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Welcome to the 'Scouts'
Staff column
Ted ONeil
Ted ONeil is assistant editor of the Bryan County News. - photo by File photo

Boys will be boys, and now girls can be, too

As a proud Eagle Scout and the father of a young man who is close to attaining the same honor, I received more than a few questions from family and friends about last week’s announcement that Boy Scouts of America will begin accepting girls next year.

The Scout Motto, as many know, is "Be Prepared," but the BSA’s news caught me totally off-guard.

My initial reaction was that Lord Baden Powell, the founder of Scouting, must be rolling over in his grave.

Boys already mature at a slower rate than girls, and by junior high when they transition from Cub Scouts to Boy Scouts they are a roiling mess of hormones, puberty, insecurity and just general goofiness.

Being in Scouting gives them a chance to challenge themselves, fail and try again in — for lack of a better term — a safe environment. Male leaders, along with older Scouts, are there to lend a helping hand, provide encouragement and guidance and help younger Scouts progress while learning life-long skills.

Throw girls into the mix and common sense among boys pretty much goes out the window.

The Boy Scouts say its decision is based on research and polling data. The Girl Scouts, headquartered right down the road in Savannah, are calling foul. They say the move is an attempt by the BSA to shore up declining numbers. The Boy Scouts say their desire is to extend their time-tested leadership training to a wider audience.

After looking into the plan, it appears the approach will be a "separate but equal" platform, despite the negative connotations of that phrase.

Starting next year, girls will be allowed to join Cub Scout dens, which are age-based units from kindergarten through fifth grade. A collection of dens make up a Cub Scout Pack. The dens will be gender-specific. The details for Boy Scout Troops are a little less specific, but apparently in 2019 a program will be rolled out for older girls to join Boy Scout Troops and work toward the rank of Eagle.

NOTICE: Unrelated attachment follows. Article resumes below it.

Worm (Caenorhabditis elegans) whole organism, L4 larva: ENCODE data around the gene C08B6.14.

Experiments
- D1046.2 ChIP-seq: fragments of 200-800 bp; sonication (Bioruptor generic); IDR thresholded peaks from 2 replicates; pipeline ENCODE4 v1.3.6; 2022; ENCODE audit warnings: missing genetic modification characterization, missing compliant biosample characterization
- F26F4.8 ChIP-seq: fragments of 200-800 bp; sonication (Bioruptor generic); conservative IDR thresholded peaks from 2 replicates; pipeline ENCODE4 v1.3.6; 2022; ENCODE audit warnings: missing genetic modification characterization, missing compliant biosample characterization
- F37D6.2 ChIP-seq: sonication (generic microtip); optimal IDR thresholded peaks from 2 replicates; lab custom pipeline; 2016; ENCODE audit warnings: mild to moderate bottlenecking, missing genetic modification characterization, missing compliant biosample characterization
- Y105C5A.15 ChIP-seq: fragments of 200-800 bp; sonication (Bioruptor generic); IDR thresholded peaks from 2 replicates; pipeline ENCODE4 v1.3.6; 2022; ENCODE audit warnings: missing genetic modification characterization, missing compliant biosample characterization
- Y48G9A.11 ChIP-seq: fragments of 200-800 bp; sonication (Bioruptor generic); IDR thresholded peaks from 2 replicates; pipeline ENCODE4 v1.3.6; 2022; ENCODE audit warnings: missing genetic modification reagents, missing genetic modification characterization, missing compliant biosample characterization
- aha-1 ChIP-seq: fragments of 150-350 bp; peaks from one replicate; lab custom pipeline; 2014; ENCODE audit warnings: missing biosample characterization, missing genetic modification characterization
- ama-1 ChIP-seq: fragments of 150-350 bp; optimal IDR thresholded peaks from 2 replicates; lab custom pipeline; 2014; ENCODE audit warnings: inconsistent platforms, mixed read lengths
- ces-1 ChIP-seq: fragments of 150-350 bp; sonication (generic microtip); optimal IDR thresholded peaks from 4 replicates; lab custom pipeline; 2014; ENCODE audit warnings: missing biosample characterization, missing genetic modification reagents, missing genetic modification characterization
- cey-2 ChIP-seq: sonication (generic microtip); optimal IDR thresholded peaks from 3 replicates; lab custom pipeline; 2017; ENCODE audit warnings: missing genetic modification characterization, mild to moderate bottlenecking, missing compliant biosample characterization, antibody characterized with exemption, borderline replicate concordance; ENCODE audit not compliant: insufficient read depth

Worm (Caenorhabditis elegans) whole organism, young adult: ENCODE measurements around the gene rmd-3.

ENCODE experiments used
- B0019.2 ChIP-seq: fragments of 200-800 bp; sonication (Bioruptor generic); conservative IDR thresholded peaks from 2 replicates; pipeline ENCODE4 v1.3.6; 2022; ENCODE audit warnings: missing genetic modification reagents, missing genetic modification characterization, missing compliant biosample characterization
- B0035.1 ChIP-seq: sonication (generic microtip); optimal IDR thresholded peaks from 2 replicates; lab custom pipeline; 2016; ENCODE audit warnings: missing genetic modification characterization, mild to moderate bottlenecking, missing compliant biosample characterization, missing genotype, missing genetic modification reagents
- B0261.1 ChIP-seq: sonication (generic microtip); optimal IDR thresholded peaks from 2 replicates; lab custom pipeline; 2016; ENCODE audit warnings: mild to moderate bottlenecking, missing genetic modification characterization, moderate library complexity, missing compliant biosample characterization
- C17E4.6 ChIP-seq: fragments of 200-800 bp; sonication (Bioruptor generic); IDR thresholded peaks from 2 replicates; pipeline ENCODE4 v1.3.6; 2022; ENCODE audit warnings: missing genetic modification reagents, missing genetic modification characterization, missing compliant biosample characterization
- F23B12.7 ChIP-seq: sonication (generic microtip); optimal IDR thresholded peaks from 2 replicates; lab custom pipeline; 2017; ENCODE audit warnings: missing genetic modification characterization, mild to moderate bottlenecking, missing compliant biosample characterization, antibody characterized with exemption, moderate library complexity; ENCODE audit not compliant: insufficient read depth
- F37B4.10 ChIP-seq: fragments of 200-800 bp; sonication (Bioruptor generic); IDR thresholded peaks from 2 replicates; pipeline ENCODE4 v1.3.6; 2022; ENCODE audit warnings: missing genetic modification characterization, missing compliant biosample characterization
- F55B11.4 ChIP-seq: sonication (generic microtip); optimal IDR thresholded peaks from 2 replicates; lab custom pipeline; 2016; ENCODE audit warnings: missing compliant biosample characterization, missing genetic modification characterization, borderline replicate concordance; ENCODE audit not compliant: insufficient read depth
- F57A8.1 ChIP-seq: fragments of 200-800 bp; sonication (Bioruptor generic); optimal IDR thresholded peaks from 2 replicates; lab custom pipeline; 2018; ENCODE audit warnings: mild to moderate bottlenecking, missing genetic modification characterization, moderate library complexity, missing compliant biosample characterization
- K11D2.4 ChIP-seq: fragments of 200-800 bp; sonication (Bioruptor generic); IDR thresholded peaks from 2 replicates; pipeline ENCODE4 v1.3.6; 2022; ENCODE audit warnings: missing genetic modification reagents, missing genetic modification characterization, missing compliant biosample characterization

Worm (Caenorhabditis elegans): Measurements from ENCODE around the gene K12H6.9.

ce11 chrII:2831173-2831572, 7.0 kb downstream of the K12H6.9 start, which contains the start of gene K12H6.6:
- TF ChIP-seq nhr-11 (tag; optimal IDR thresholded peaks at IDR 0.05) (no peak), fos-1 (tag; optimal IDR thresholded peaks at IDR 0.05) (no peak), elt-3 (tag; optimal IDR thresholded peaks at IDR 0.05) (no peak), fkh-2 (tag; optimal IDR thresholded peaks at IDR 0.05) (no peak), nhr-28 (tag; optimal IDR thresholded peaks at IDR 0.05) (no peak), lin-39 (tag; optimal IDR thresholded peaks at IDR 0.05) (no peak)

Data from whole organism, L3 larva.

Becoming an Eagle Scout is no small feat. Only about 4 percent of boys who join Scouting ever get there. It is held in such high regard that it is the only rank an adult leader who holds it can wear on his uniform, and the Eagle Scout Oath — in which a new Eagle reaffirms his commitment to the values of Scouting — closes with the words "To this I pledge my sacred honor." Sound familiar? Yes, it’s taken directly from the last line of the Declaration of Independence.

I can see why a lot of girls would want to join Boy Scouts. Outdoor adventure, rifle and archery shooting, camping, the list goes on. When I became an adult leader of my son’s Troop back in Michigan, I attended some training seminars and one was focused on providing the kinds of activities Boy Scouts are known for.

The guy leading the workshop asked what the Boy Scouts would be without all the fun outdoor adventures and a voice from the back of the room simply responded, "Girl Scouts."

SCOUT from 4A

We all had a good laugh, but humor is only funny if there’s an element of truth to it. No disrespect toward the Girl Scouts, but I know our daughter grew tired of it very quickly.

For a girl who got a kick out of learning the different ways to build a campfire and never shied away from baiting her own fishing hook, I know which organization she would have gotten more out of.

I think part of the reaction by the Girl Scouts to the BSA’s decision runs along these lines. There is a prestige that comes with being an Eagle Scout that the Girl Scouts are envious of. I actually had to look up what the highest award in Girl Scouts is (the Gold Award, by the way).

People my age and older most likely remember a BSA commercial from the 1970s that featured famous Eagle Scouts such as Hank Aaron, Gerald Ford and Neil Armstrong.

When girls are allowed to join Boy Scouts, there will have to be strict rules about certain activities, particularly when it comes to camping, and obviously a lot of moms will have to volunteer in order to make it work.

As my son pointed out when we talked about this, maybe having girls around showing they can excel at the same activities and challenges will make boys act less goofy toward girls and foster more respect toward women later in life.

And future generations full of men and women who better respect each other and show leadership, integrity and self-sufficiency isn’t a bad thing at all.

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